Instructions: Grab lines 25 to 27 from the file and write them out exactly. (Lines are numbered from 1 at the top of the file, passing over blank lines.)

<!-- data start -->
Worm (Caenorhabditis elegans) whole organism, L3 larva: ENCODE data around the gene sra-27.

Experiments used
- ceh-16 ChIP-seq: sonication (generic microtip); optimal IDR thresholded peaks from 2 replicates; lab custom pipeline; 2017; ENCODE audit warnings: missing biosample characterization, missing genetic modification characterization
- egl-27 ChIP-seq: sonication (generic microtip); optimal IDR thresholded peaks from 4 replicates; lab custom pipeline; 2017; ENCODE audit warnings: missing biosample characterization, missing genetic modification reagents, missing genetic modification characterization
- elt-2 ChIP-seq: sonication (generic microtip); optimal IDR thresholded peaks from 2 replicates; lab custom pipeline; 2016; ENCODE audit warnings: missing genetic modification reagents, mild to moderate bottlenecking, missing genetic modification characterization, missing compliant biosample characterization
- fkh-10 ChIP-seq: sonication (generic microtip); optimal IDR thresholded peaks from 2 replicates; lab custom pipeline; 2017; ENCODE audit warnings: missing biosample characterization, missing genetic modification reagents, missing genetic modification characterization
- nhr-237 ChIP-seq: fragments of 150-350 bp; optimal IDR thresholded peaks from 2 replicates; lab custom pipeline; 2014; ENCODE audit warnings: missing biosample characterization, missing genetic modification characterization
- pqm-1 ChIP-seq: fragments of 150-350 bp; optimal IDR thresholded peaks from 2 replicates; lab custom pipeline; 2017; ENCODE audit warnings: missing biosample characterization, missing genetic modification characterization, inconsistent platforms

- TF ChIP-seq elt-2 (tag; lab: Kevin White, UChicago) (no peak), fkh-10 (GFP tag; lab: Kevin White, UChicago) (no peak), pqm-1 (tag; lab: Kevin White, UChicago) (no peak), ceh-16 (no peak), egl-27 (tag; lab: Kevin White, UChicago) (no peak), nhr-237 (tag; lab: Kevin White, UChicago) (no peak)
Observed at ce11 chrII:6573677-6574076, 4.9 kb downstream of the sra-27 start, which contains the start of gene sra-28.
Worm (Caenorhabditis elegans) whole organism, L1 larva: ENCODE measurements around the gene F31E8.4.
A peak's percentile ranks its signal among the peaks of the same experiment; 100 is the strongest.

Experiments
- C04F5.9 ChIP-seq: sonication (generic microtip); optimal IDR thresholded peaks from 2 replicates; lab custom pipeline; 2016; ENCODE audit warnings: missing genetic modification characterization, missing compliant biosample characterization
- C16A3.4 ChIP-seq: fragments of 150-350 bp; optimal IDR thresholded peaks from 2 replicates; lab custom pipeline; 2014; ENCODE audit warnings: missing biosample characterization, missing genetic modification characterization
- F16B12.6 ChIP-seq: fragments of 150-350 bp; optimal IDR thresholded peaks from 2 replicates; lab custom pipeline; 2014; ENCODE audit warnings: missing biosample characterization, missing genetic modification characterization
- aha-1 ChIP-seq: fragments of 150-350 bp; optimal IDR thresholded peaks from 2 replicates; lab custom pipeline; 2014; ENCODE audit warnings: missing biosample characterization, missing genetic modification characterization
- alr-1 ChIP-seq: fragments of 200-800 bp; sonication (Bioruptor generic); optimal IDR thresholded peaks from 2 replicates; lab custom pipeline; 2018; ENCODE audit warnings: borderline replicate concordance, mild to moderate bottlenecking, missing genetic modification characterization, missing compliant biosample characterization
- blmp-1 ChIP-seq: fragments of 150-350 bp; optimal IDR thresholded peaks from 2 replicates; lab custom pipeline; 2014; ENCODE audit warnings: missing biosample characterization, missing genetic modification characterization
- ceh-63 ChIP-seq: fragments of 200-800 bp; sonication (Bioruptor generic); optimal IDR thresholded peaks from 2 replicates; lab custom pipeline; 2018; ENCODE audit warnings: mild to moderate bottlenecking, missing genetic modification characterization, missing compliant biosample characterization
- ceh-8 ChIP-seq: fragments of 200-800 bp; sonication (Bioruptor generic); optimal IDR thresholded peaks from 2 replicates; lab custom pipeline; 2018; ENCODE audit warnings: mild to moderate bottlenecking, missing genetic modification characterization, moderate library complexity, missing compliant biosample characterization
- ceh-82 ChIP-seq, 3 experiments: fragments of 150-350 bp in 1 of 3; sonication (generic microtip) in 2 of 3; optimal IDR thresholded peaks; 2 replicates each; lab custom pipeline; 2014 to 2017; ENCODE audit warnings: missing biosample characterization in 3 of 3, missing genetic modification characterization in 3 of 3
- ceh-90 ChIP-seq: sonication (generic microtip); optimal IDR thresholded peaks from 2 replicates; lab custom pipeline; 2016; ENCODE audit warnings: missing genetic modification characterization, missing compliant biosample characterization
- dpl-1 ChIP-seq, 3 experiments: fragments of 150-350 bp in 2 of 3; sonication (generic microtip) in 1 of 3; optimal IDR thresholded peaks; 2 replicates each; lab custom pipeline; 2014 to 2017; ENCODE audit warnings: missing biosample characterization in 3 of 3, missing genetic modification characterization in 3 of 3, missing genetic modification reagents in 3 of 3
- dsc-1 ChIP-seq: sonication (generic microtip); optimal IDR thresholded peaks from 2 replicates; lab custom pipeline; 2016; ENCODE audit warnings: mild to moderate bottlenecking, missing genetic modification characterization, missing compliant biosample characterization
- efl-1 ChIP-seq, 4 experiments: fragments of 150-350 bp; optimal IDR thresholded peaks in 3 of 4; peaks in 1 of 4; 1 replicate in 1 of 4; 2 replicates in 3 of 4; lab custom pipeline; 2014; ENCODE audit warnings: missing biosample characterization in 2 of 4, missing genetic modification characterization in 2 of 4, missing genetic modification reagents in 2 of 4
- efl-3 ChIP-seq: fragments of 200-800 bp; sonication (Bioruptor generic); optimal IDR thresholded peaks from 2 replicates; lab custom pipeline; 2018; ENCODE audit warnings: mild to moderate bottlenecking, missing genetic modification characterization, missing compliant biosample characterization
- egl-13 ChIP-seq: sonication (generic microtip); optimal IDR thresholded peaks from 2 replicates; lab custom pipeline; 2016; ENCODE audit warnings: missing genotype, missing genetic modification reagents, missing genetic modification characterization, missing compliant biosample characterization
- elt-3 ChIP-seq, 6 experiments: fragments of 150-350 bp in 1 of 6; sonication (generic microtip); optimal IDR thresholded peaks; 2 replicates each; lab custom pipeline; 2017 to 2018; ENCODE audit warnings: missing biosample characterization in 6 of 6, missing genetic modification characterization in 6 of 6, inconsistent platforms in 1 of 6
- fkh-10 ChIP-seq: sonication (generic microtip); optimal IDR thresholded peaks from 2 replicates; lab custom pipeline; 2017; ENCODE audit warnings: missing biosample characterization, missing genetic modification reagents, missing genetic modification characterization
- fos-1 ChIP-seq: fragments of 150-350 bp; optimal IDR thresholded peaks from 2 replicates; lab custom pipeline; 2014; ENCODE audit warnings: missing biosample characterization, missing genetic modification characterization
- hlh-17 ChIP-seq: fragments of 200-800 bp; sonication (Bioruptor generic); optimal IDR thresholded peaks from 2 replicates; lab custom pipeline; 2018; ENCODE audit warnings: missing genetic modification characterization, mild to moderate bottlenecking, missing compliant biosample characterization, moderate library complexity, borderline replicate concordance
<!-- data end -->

- dsc-1 ChIP-seq: sonication (generic microtip); optimal IDR thresholded peaks from 2 replicates; lab custom pipeline; 2016; ENCODE audit warnings: mild to moderate bottlenecking, missing genetic modification characterization, missing compliant biosample characterization
- efl-1 ChIP-seq, 4 experiments: fragments of 150-350 bp; optimal IDR thresholded peaks in 3 of 4; peaks in 1 of 4; 1 replicate in 1 of 4; 2 replicates in 3 of 4; lab custom pipeline; 2014; ENCODE audit warnings: missing biosample characterization in 2 of 4, missing genetic modification characterization in 2 of 4, missing genetic modification reagents in 2 of 4
- efl-3 ChIP-seq: fragments of 200-800 bp; sonication (Bioruptor generic); optimal IDR thresholded peaks from 2 replicates; lab custom pipeline; 2018; ENCODE audit warnings: mild to moderate bottlenecking, missing genetic modification characterization, missing compliant biosample characterization